Of course, the printing press was not a European invention. The Chinese had invented block printing in the 8th century CE and, then, movable type in 1045 (Temple, 2007: 123-30). They had also started making paper as early as the 2nd century BCE. So the printed material that made the Religious Wars, and Protestantism itself, possible were apparently the result of a processual flow that began during periods of intense innovation within the Chinese post-axial state.

And that's not all. One economic process that figured vitally in the Religious Wars was the rise of a wealthy commercial class across Europe, whose members would become predominantly Protestant. Two of the major processes driving the rise of that class also seem to have Chinese roots. First, the introduction of manufacturing machines, mostly using waterpower, created a first "industrial revolution" between the 10th and 13th centuries (Gimpel, 1976). The Chinese, however, had been using water-powered machines since the 1st century CE; they had also developed a wide range of other machines, including clocks by the 8th century CE (Temple, 2007). So the flow of Chinese technology westward almost certainly made an enormous contribution to the rise of the European manufacturing and commercial class.

This, of course, brings up a much-discussed question: Why weren't the Chinese able to build the modern world-system, even though they invented so many of technologies which the West would use to create Industrial Capitalism (McNeill, 1991; Chase-Dunn & Hall, 1997)? In the first half of the 15th Century, the Chinese even build the biggest, most powerful navy the world would see until the 20th Century. There is some evidence that they may even have visited and mapped the Americas (Menzies, 2003). Yet, they never considered conquering the world, as Europeans did, and destroyed their fleet for reasons that seem to be mostly cultural. In The Axial Ages of World History, we speculate that the Chinese were limited by a very old, very successful post-axial cultural attractor that limited their ability to apply those technologies to their world. At the same time, Western Europe was able to incorporate the technologies into a cultural attractor that was still in phase transition. Without the habits of thought that limited the Chinese, the people of Western Europe were able to experiment and apply them innovatively before they had become ingrained in old cultural habits.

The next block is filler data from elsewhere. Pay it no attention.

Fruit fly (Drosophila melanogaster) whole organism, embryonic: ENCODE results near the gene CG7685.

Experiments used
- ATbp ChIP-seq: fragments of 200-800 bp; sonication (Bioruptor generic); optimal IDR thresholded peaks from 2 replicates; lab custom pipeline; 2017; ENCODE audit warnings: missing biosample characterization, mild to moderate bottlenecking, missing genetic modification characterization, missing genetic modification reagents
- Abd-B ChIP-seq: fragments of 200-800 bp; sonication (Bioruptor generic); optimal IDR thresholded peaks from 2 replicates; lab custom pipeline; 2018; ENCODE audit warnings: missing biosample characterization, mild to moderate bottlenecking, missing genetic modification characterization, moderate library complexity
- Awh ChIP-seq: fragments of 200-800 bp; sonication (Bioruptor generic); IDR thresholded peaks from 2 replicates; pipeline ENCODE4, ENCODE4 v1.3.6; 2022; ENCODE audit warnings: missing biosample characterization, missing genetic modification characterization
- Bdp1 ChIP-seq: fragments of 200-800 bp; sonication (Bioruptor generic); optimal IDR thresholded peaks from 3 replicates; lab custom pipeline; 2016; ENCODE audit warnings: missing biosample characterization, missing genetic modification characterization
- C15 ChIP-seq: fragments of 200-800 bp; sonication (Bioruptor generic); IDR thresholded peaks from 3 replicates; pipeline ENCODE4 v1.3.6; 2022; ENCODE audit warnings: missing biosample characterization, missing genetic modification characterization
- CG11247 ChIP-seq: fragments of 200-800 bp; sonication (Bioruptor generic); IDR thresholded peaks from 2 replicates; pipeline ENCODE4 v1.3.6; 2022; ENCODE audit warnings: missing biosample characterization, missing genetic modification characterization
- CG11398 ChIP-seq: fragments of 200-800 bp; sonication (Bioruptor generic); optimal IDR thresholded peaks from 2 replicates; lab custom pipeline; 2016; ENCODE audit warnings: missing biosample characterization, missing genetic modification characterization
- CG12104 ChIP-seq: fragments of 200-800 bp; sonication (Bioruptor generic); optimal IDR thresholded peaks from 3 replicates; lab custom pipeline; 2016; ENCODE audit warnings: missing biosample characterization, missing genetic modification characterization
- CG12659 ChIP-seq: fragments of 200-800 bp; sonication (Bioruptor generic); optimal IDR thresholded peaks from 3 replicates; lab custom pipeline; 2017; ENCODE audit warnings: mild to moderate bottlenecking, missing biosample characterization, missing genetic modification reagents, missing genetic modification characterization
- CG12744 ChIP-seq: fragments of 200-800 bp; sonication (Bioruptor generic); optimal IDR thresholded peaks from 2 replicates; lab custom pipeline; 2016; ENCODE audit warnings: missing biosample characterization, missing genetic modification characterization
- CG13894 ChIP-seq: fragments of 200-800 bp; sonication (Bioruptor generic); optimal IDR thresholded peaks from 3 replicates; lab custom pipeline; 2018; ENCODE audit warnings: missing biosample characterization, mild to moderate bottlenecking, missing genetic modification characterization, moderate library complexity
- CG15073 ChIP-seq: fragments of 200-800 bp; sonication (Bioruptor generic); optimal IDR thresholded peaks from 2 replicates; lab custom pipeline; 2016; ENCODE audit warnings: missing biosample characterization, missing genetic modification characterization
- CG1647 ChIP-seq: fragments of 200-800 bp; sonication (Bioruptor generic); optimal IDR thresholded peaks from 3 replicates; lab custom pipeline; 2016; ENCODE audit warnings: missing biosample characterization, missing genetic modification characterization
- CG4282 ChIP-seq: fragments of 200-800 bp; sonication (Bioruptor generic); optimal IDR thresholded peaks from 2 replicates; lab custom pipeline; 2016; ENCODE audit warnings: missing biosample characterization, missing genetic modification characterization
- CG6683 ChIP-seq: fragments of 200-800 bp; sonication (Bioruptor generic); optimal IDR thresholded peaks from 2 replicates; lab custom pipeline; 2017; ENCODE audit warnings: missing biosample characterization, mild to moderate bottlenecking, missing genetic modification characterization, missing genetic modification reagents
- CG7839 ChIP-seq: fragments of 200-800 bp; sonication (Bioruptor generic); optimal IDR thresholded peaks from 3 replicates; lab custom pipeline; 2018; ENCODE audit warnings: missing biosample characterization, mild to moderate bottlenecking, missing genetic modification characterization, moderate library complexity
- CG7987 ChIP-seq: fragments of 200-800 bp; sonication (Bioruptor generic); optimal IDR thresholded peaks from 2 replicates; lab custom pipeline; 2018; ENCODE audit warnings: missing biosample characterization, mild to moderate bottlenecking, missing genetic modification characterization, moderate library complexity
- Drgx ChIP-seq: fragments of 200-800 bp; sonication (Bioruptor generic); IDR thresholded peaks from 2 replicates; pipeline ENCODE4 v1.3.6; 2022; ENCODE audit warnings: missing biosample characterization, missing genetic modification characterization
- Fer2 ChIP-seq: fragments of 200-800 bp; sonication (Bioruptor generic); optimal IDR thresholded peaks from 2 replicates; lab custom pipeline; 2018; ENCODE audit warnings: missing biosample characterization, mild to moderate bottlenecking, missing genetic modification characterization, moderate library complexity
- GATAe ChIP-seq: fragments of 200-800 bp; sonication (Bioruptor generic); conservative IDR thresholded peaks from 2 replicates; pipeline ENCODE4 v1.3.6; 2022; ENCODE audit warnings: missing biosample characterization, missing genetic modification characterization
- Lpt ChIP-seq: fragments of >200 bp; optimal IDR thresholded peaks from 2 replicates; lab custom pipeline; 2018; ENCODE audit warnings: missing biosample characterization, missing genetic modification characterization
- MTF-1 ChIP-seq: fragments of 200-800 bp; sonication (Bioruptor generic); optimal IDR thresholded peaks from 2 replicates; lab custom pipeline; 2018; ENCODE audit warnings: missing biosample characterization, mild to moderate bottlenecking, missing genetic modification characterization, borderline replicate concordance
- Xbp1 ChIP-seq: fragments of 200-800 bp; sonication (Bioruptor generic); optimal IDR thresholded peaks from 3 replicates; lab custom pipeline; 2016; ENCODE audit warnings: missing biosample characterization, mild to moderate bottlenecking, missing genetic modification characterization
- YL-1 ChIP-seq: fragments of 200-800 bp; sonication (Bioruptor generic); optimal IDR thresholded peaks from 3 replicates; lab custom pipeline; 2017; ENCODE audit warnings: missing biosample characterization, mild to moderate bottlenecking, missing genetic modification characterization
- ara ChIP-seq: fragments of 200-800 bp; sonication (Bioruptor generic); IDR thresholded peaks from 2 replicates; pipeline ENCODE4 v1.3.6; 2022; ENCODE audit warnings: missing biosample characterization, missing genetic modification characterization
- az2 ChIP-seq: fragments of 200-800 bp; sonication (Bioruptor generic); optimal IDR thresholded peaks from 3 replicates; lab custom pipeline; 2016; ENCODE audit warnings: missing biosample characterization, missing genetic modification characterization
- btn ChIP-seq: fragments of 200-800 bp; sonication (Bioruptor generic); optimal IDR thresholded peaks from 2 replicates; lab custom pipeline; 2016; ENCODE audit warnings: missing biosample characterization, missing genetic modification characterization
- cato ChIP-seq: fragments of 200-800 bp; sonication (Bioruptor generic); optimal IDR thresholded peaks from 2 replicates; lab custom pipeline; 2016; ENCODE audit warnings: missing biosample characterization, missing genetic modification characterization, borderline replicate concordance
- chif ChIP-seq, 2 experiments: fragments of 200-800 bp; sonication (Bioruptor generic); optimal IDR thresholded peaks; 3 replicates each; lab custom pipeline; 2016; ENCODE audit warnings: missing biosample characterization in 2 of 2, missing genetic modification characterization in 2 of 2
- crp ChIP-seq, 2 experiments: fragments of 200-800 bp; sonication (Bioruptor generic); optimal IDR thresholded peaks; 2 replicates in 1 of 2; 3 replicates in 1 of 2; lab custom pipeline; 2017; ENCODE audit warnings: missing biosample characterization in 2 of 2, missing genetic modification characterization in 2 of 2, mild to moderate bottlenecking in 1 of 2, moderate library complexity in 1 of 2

Equally important was the trans-Eurasian trading system created by the Mongol invasions of the 13th century (Abu-Lughod, 1989). On one hand, this system created extensive opportunities for Europeans to participate in the trade routes that had already existed from China through Islam. On the other, it enabled the Chinese to have more direct contact and to more intensely affect Western technology. The increasing wealth that resulted from this spill-over of Chinese processual developments would help cause the Reformation. One of Luther's major targets in his efforts at reformation was the corruption of the Church, especially with the Indulgences by which the wealthy could buy papal forgiveness of their sins. As the commercial class grew in the centuries after the Mongol invasions of Eastern Europe, this corruption became more and more intense. In this way, Chinese processes affected and helped drive the events that would lead to the Religious Wars.


What this sort of processual analysis suggests is that history evolves very much like the way EvoDevo suggests natural ecosystems do. In one sense, such evolution can't be understood if one focuses too strongly on any one element. Adaptive change and communication about its effects are happening throughout both biological and social phenomena. Evolution is both individual and systemic, and everything between. In both cases, it is an extremely "thick" process.

The implications here will come as no surprise to students of Complexity Theory. The need to tear down disciplinary silos, the importance of staying aware of many levels of scale, the power of feedback loops and self-reinforcing cycles—all these are likely to become increasingly important in the study, not only of history, but of all social sciences. Especially as they are approached more and more processually.

We want to close this brief discussion by emphasizing how surprised we were at much of what we realized. Complexity Theory offers a set of extremely powerful tools whose value has increased because it has emerged at a time when our basic way of thinking about the world is shifting. What we are certain of is that Complexity Theory has enabled us to understand the work we have been doing in a different and provocative way. We have even wondered whether the dynamics of complexity thinking might not replace those of Newtonian physics as central to that shifting paradigm. With that, we offer these thoughts to the reader for his or her own reconsideration.


The paper is an output of a research project implemented as part of the Basic Research Program at the National Research University Higher School of Economics in 2018.